Down the stairway, because if fire vents out the original area your line will not get burned
  69. The method of attack most often used in the free-burning stage is the ? . This initially consists of sweeping the ceiling with a straight stream in a side to side or a clockwise circular motion. 39
    combination method
  70. In a well-involved room fire, the ? , not the ceiling, are the main sources of fuel. 41
    the contents of the room
  71. By shutting down the line when no further fire is visible, you won?t disturb the thermal balance too severely within the fire area. Quite often ceiling temperatures in a fire room will reach ? , while those at the floor are in the range of ? a survivable temperature until flashover occurs. 41
  72. If you suspect a backdraft explosion, a possible tactic that should be attempted is ?
    to vent the highest portions of the affected area. 42
  73. Most of the elements needed for a successful indirect attack are present at third stage fires are, in fact, commonly found only at this stage at structures. These basic requirements are as follows: 44
    • High heat conditions throughout, the area
    • limited ventilation of the fire area
    • A point on the perimeter in which to make a small opening for the injection of a 30 degree fog pattern into the superheated atmosphere.
    • No endangered occupant who might require rescue.
  74. The 4 key requirements of an indirect attack are as follows: 45
    • No occupants
    • Limited ventilation
    • High heat
    • Limited size of the potential fire area
  75. Some of the advantages(5) of the indirect method of attack are the following: 48
    • It can reduce firefighter's exposure to potential backdraft situation
    • Under the proper circumstances, this method can extinguish fires in areas where the heat condition denies entry to firefighters.
    • At times, the indirect attack allows a very limited crew to extinguish more fire than would be possible using the combination attack.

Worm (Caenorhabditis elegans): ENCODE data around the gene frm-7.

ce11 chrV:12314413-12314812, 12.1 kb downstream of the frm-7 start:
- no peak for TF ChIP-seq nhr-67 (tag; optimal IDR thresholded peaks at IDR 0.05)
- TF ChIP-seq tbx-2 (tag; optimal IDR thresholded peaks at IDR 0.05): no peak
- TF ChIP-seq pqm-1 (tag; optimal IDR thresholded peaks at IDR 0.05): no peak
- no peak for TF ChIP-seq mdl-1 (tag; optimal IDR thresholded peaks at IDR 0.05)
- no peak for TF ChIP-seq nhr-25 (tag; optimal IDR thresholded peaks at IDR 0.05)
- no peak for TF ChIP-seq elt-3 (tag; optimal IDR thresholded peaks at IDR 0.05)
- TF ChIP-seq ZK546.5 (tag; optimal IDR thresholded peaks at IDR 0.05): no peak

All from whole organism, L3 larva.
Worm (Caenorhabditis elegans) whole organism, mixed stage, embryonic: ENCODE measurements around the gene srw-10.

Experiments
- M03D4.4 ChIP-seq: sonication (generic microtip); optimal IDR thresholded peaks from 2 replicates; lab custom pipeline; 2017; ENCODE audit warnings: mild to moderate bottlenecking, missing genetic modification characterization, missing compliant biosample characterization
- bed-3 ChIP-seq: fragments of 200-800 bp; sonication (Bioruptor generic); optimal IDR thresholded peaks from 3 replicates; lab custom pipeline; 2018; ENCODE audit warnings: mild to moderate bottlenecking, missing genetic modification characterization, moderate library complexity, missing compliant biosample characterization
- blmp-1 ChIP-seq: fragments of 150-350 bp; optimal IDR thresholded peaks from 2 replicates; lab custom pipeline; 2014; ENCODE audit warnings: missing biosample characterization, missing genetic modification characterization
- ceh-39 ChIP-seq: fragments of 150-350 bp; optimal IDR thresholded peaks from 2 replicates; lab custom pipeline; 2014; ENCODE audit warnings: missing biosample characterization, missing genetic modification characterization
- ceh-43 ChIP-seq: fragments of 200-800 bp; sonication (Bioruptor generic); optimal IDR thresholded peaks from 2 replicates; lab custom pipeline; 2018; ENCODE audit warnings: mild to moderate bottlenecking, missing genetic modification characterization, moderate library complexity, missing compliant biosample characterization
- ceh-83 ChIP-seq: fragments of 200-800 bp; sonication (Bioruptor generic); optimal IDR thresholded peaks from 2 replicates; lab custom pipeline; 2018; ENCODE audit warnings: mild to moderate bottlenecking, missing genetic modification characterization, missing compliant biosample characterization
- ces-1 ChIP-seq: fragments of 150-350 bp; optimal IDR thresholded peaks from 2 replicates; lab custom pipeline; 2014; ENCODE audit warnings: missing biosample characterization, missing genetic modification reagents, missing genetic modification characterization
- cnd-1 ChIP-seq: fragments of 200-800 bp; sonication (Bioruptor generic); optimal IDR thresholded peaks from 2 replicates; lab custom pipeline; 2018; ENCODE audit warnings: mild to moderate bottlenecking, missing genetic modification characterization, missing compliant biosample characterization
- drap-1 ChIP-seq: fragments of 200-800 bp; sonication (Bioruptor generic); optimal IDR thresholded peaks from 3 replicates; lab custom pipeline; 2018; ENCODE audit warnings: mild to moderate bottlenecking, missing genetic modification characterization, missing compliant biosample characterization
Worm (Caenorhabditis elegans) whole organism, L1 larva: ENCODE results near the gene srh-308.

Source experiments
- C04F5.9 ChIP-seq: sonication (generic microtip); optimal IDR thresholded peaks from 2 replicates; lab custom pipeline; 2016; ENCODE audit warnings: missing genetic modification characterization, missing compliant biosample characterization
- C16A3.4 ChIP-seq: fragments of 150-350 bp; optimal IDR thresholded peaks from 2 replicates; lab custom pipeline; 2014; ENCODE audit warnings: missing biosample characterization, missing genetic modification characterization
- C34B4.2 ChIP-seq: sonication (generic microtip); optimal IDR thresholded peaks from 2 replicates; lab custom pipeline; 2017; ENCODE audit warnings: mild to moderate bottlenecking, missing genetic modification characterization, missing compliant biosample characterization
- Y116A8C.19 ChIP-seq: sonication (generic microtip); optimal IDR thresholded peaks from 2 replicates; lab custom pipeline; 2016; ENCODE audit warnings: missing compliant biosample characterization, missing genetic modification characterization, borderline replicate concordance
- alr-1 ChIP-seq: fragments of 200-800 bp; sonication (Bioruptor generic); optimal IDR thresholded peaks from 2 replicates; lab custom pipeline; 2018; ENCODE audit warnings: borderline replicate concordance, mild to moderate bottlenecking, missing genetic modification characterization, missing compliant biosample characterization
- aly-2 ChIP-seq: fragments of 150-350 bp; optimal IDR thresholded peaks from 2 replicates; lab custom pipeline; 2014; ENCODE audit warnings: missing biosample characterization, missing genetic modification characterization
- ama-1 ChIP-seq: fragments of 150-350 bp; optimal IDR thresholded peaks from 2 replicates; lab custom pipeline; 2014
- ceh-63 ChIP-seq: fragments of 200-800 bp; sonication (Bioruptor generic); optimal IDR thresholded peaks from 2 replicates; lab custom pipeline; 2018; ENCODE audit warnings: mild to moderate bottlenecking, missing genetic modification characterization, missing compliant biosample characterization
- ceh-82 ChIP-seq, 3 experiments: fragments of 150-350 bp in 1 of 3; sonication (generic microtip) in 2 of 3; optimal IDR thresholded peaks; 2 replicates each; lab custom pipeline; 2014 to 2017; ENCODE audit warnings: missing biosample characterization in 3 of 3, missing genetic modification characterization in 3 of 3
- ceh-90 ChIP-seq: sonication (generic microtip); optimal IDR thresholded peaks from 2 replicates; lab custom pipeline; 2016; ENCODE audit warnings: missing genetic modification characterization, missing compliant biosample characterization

• The indirect method often uses less water for extinguishment.
    • Water damage may be less than occurs from using other methods.
  76. Some disadvantages(5) of the indirect method of attack are the following: 48
    • It cannot be used in an occupied building
    • The presence of ventilation openings will dilute the effect of the steam
    • A discharge of less than the critical volume can push fire ahead of the steam, an effect that may not be observed from the outside.
    • It isn't possible to view the interior layout until you have gained control of the situation
    • Using the indirect method can actually increase water damage.
  77. What is the overall strategy used to fight each fire. The 3 possible choices are the following: 49
    • To initiate an offensive attack
    • To establish defensive positions
    • To take no action at all
  78. This is sometimes necessary when conditions pose an undue threat to firefighters lives such as a potential BLEVE, a potential danger at all incidents where fire impinges on closed containers of liquid, what option should you choose? 50
    The last option, to conduct no attack at all
  79. A cardinal rule of aggressive firefighting, is not to ? . To do so is to push the fire and its by-products right back into the structure, where you expect to find live victims. 51
    Use an outside stream in an occupied building?
  80. Are there any more people inside who can be saved?? As long as the answer to that question is yes, all of resources should do what, even though the fire may extend greatly during the time it takes to perform the rescue. 51
    must remain committed to the task of saving lives
  81. Buildings with large floor areas, even without life hazards, demand how many fireifghters? to drag 300 or more feet of hose up stairways, down corridors and around corners. Remember, concentrate on getting that first line into operation before you split your crews or start another difficult stretch with an insufficient number of personnel. 52
    6, 7 or even more firefighters
  82. firefighters making an offensive attack should ? 52
    be moving forward almost constantly.
  83. The two lines operating side by side should be able to advance. A good rule of thumb when committing this second line is that it should be ? 52
    at least as large as the original hoseline.
  84. When effective offensive attack isn't possible or hasn't succeeded within ?minutes, prepare defensive positions. 54
    20 minutes